360. "You're Probably Wondering Why I'm Here" by The Mothers of Invention

"Just as much as you wonder
'Bout me starin' back at you
That's just how much I question
The corny things you do"

Think of it: At one point, this justification needed to be given because the illusion of mainstream normalcy was that pervasive and unanswerable. "Weirdness" even in the mid-1960s was still tantamount to perversion in the broadcast opinion of that mainstream. It took vanguard, virtuoso weirdos like Frank Zappa working in the subversive new medium of rock and roll to open some space to breathe. 

Did he use aggressive, confrontational tactics to sledgehammer open this space? No, because that wouldn't be very weird at all. Zappa used something entirely uncharted to make his impact - he devised some of the strangest songs on record to bee-bop into the staid silence. He demanded his breathing room by just standing proudly where he wanted to and staring dementedly at his neighbors until they just backed off a bit. Revolutions start off as battles over inches.

This is a winning tactic because it's almost a certainty that every person knows in their heart that, for everyone who prefers a certain lifestyle and personal aesthetic, there is someone who is the balanced opposite to that. People may gripe and have a problem accepting it fully, but it's also indisputable. It's the yin-yang. The hipster looks at the redneck and thinks, how can somebody have such abysmally poor taste? The redneck looks at the hipster and recoils in exactly the same manner. And neither party is less entitled to their perception. And neither party will magically disappear despite the other's wildest wishes. All we can hope to do is make others aware that other ways exist and hope that the qualities of American democratic egalitarianism take over and do the bare minimum from there.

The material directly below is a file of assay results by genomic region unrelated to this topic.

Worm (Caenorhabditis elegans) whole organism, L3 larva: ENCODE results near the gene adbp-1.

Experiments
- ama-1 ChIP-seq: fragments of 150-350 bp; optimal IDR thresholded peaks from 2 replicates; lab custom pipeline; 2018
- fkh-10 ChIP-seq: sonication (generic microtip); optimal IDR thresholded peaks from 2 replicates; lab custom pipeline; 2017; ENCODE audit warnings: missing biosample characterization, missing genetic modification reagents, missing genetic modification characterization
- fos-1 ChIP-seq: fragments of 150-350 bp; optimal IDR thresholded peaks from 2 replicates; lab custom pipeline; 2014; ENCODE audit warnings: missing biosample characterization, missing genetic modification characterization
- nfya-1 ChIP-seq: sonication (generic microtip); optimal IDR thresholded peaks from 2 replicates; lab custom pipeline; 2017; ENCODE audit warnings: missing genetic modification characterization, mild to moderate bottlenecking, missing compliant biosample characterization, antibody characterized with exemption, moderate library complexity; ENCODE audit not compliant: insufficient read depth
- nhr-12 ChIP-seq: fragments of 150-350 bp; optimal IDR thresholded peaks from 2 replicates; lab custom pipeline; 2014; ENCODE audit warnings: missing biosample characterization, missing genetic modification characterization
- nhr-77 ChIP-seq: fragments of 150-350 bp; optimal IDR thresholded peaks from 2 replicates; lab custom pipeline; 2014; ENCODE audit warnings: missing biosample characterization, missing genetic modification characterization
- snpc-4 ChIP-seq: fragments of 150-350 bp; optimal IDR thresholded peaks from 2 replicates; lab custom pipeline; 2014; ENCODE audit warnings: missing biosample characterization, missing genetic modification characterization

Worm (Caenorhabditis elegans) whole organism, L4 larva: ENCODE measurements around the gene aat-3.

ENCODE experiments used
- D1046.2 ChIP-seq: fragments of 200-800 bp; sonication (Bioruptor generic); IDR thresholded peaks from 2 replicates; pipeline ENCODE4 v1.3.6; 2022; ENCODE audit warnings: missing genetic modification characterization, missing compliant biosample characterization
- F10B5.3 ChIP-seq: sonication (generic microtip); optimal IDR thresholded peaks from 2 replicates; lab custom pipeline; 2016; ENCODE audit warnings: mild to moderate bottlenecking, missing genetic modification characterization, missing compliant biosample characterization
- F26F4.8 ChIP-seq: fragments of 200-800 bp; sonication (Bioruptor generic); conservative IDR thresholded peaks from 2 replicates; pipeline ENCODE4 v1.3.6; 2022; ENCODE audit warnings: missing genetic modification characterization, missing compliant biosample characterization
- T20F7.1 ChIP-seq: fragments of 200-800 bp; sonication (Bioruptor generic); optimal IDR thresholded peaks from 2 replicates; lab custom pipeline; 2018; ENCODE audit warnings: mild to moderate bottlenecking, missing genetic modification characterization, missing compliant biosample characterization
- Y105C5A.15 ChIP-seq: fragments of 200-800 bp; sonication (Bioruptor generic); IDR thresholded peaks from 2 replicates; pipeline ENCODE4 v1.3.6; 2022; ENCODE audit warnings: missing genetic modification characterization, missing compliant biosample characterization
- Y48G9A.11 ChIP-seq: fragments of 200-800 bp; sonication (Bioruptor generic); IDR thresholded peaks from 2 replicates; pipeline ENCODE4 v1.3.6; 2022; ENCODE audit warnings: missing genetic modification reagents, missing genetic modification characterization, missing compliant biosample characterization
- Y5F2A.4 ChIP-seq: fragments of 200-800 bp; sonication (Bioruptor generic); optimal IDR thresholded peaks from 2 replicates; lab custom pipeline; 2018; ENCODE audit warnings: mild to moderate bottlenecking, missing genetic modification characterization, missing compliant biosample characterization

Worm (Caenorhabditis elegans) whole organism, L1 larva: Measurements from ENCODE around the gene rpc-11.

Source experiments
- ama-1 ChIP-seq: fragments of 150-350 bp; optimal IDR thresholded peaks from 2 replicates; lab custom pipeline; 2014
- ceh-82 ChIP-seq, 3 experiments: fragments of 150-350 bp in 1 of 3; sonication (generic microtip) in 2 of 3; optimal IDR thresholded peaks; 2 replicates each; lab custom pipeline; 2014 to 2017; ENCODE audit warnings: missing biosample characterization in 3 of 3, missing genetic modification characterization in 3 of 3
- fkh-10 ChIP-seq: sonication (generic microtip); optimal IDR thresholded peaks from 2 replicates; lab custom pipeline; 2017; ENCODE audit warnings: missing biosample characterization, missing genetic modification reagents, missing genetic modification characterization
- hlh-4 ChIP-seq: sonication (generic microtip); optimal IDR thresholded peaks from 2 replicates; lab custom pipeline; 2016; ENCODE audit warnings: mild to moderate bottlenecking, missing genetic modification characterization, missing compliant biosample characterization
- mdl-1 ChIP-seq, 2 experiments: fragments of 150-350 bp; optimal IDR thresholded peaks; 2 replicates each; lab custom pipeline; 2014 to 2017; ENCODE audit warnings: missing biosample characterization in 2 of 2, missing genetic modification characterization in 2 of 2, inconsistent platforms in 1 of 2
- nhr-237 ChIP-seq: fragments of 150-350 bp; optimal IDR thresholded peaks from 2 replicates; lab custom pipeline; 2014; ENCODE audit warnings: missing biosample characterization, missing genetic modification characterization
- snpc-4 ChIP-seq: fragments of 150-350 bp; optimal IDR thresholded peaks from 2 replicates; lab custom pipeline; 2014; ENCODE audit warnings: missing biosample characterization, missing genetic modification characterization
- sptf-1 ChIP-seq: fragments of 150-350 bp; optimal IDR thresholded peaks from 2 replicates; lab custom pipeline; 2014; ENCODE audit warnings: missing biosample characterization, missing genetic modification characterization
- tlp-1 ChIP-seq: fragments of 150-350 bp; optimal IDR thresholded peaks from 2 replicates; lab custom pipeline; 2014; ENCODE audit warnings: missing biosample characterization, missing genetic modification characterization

Frank Zappa is an essential 20th century artist not just because he discovered a novel tactic for social commentary. The quality of his musicmaking set him apart, gave him his platform. His songs are other-worldly ridiculous in a way that is so imaginative and skilled that they demand to be taken seriously. For as astoundingly dumb as "You're Probably Wondering Why I'm Here" is, it is also a little gem of melody, rhythm, and instrumentation. The time signature gambols along an expert series of changes, and the wild gearshifts in style jolt everything probably down to the posture of the performers. 

This is a place for someone to just blurt plainly "Mom, I tore a big hole in the convertible." Because that is, in fact, exactly what you'd tell Mom and Pop. 

Why beat around the bush here?

When you're an inventor, you throw out the unnecessary, the inefficient, the sentimental, and the remnants that have run out of time. You are evolution.